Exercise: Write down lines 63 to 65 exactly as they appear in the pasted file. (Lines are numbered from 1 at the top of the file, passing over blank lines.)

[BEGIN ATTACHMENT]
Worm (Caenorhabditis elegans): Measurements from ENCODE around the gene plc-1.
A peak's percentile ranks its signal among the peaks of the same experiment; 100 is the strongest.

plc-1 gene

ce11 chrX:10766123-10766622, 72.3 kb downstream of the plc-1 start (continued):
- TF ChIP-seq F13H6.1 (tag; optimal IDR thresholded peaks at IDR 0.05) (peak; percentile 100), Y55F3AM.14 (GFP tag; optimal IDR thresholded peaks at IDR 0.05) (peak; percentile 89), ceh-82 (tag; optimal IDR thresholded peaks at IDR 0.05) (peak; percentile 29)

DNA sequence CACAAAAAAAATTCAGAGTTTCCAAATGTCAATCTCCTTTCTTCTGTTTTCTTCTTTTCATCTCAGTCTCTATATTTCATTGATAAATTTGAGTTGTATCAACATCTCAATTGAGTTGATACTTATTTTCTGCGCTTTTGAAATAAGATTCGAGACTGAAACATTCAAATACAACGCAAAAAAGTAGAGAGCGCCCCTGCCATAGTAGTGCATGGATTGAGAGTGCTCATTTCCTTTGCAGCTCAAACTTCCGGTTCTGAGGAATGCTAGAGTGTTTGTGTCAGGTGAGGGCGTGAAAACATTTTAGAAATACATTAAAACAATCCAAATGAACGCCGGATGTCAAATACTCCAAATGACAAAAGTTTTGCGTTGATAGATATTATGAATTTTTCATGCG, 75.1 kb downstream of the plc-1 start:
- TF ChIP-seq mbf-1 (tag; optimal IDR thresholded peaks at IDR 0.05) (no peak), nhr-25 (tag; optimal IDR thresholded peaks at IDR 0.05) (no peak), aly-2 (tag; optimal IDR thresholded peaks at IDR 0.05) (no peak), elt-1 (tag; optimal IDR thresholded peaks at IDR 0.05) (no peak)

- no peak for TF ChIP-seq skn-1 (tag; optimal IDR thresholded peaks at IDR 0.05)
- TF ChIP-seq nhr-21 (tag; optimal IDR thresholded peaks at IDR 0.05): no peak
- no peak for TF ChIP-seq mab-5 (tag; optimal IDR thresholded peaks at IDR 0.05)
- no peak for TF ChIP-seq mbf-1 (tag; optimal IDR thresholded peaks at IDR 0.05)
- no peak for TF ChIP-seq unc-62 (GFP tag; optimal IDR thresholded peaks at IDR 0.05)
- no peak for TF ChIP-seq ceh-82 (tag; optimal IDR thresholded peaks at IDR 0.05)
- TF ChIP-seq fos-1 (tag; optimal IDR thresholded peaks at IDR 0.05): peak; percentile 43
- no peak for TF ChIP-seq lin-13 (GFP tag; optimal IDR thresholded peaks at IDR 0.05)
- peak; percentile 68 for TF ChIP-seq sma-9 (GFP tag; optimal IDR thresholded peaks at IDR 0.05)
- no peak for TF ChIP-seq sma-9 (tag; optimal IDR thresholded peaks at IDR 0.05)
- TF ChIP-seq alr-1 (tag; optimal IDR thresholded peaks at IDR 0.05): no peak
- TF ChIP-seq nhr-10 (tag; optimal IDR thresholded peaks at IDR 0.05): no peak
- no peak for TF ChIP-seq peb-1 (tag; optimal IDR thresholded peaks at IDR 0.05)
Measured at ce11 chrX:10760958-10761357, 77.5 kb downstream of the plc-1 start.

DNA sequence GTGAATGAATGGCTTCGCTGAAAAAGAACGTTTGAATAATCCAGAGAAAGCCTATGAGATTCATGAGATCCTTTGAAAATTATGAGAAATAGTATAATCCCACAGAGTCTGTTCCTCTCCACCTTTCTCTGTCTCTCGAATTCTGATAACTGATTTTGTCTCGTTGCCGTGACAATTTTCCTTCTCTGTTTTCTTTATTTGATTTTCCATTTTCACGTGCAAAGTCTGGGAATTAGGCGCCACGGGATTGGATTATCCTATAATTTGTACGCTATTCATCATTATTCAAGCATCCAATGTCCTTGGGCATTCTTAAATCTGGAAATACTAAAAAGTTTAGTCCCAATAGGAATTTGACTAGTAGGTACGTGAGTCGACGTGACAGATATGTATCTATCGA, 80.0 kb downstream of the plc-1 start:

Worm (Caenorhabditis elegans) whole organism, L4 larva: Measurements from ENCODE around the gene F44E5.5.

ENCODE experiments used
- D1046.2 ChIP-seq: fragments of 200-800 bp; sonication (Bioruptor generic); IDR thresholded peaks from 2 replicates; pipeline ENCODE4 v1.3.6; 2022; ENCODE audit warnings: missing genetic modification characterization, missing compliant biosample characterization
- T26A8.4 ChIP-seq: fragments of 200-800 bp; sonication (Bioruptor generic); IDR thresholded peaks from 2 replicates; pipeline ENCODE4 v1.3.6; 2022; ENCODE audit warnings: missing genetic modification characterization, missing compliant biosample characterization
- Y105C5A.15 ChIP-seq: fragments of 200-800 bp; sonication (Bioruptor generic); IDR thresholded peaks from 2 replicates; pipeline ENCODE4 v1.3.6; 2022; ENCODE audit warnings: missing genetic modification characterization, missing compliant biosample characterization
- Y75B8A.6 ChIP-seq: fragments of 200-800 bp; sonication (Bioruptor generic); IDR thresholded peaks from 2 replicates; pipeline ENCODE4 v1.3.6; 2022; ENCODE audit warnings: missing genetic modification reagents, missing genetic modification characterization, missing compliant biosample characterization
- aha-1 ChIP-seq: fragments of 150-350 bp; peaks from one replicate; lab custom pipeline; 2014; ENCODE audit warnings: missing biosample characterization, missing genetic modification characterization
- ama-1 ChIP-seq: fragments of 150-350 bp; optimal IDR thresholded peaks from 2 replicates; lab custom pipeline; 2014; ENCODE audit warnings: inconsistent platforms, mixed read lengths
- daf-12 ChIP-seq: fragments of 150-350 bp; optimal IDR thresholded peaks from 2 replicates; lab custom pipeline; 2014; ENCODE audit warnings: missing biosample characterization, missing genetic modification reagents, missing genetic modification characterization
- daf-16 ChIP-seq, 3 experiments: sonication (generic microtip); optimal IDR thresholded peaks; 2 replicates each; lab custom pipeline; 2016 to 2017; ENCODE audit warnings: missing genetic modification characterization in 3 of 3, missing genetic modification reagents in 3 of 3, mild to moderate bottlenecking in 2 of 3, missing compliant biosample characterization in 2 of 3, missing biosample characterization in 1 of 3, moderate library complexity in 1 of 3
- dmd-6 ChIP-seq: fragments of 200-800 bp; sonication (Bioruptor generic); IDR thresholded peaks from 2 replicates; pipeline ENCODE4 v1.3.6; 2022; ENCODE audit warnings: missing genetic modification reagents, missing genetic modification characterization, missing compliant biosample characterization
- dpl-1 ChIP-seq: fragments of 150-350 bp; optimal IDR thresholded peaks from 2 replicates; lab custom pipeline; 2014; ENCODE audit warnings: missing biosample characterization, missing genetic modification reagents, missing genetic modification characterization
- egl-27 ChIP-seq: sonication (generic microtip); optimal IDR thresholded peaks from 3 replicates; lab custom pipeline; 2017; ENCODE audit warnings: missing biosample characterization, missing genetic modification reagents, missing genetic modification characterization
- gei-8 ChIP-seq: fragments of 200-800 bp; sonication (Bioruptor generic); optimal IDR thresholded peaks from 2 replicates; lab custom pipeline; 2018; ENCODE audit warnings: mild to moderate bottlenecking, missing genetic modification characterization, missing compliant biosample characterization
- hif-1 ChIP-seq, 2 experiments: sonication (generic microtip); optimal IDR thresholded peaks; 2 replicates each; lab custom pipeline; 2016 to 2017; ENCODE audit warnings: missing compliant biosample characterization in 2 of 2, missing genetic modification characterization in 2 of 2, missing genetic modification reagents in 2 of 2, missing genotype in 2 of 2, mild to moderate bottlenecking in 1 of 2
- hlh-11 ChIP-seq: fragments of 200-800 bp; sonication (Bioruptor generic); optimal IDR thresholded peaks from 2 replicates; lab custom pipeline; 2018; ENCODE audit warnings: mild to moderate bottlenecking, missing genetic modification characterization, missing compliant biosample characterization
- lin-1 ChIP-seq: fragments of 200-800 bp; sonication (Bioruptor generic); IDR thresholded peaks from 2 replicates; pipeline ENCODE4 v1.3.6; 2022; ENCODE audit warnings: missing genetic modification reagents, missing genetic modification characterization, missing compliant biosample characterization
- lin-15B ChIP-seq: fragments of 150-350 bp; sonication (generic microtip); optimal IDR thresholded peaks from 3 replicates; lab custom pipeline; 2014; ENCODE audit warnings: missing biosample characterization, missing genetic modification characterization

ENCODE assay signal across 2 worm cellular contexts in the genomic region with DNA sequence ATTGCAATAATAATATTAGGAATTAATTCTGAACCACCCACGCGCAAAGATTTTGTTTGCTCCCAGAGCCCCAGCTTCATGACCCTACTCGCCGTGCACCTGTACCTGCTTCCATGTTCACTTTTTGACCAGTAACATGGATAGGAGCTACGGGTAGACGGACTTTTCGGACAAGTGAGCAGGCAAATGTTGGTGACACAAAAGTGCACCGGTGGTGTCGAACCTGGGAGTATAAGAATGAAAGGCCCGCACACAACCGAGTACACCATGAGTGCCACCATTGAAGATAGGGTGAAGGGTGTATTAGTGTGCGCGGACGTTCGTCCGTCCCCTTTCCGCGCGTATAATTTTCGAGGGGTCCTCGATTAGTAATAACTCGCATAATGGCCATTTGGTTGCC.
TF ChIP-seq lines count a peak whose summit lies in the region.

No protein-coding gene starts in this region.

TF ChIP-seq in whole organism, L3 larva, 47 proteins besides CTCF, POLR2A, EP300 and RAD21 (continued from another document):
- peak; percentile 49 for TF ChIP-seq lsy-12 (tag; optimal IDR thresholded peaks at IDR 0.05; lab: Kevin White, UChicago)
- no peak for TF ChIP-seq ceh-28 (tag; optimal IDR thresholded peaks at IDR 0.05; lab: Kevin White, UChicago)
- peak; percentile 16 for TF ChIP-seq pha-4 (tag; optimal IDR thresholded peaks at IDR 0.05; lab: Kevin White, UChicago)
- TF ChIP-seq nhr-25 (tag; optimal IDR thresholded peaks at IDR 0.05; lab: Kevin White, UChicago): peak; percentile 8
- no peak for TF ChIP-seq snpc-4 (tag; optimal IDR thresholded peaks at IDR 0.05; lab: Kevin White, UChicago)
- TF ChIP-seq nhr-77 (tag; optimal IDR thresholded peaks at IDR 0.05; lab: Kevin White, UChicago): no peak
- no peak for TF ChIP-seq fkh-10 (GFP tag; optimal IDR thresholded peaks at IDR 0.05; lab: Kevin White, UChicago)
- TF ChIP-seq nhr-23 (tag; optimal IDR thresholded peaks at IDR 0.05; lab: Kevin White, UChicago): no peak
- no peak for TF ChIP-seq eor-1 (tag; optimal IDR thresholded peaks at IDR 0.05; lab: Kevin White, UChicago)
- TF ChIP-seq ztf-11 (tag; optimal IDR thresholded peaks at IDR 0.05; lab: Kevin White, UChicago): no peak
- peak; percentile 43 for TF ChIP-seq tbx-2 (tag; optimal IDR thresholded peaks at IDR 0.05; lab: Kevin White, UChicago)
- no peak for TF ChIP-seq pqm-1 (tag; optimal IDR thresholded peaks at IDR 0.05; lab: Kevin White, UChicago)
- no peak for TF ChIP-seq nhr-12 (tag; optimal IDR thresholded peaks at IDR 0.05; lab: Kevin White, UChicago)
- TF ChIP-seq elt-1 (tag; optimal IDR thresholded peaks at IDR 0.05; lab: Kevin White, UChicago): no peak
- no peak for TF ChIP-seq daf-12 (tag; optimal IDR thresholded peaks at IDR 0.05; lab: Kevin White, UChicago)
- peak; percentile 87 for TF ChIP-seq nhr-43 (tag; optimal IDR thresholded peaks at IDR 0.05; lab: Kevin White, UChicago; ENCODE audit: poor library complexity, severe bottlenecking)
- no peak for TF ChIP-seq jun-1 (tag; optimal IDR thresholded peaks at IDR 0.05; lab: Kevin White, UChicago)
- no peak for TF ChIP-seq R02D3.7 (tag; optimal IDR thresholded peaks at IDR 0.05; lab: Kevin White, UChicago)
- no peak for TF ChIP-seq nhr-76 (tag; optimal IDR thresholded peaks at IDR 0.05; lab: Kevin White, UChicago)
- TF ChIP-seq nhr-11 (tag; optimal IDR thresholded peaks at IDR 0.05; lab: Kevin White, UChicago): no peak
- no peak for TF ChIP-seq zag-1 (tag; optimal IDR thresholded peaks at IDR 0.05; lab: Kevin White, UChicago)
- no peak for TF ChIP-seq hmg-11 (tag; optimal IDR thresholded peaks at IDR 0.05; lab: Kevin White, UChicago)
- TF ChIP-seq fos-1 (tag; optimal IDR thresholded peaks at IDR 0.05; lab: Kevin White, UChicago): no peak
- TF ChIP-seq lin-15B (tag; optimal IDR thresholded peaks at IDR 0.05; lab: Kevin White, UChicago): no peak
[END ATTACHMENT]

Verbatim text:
- no peak for TF ChIP-seq nhr-76 (tag; optimal IDR thresholded peaks at IDR 0.05; lab: Kevin White, UChicago)
- TF ChIP-seq nhr-11 (tag; optimal IDR thresholded peaks at IDR 0.05; lab: Kevin White, UChicago): no peak
- no peak for TF ChIP-seq zag-1 (tag; optimal IDR thresholded peaks at IDR 0.05; lab: Kevin White, UChicago)